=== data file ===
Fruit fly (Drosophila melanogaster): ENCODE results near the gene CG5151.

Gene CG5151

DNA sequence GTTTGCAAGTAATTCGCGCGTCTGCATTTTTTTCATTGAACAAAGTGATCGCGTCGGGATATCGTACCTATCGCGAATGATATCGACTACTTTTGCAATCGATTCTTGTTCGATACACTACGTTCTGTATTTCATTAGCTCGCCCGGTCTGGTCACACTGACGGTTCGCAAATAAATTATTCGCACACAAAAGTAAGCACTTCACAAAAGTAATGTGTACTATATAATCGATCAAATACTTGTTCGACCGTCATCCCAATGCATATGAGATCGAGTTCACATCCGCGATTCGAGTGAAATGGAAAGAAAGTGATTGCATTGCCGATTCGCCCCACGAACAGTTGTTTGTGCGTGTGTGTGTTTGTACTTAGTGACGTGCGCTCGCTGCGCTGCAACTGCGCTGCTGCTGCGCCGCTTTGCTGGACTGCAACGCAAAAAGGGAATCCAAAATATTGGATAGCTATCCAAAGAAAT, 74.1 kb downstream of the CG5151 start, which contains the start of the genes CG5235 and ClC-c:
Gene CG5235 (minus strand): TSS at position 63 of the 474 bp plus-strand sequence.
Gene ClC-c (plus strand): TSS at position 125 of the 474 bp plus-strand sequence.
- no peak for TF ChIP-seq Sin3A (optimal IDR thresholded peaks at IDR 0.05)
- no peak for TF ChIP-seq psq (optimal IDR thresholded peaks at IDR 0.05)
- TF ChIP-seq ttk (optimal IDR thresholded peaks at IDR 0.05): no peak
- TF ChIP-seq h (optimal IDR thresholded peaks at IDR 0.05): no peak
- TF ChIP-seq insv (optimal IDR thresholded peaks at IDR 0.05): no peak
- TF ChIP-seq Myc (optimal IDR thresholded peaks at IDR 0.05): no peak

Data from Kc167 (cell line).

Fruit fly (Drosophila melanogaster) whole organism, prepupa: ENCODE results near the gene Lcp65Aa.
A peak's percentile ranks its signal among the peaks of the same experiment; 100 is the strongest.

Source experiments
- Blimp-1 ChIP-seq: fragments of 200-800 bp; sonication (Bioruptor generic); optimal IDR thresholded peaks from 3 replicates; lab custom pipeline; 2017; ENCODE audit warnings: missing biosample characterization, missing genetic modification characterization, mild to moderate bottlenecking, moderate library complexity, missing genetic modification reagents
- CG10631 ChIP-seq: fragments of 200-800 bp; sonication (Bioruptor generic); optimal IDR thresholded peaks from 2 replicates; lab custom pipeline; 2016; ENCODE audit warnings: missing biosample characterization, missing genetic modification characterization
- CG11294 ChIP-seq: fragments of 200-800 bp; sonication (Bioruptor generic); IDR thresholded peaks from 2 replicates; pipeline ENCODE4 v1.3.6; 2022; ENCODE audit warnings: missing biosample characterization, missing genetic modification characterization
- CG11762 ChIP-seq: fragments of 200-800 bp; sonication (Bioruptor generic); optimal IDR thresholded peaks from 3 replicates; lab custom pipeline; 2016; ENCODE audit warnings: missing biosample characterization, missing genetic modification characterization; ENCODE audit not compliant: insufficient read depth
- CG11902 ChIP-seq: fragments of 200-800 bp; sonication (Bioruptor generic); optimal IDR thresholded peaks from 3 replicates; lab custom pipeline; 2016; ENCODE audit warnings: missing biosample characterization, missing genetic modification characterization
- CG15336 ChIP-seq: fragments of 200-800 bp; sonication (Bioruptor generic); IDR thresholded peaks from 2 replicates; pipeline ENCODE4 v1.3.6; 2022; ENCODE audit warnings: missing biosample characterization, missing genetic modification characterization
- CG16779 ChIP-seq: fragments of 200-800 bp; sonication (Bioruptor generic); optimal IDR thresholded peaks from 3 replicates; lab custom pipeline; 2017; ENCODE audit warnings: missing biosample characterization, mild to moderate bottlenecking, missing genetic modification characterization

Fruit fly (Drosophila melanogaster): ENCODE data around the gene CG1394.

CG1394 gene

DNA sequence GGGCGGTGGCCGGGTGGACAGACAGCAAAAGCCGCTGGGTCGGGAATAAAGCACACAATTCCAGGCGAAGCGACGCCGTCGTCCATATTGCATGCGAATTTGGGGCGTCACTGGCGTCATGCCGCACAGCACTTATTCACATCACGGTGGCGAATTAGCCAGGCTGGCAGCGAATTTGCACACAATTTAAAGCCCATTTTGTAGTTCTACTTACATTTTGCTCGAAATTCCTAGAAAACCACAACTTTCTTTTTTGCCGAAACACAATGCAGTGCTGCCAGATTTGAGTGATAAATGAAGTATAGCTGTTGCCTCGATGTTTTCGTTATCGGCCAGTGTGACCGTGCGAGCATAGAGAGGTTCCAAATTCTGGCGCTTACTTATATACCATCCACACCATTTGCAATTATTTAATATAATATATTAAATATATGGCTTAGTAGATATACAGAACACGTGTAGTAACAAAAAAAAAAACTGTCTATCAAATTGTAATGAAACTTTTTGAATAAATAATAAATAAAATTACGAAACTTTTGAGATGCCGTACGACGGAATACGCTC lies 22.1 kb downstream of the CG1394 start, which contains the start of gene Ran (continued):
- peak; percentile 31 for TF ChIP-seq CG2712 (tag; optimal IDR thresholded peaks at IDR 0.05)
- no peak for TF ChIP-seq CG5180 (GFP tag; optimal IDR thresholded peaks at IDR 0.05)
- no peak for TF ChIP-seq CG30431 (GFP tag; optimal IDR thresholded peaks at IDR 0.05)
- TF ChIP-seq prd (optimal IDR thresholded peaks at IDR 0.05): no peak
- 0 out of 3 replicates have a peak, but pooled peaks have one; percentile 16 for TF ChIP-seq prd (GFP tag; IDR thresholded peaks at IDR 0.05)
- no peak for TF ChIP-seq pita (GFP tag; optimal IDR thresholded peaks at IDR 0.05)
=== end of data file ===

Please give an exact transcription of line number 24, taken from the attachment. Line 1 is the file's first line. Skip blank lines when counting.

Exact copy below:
CG1394 gene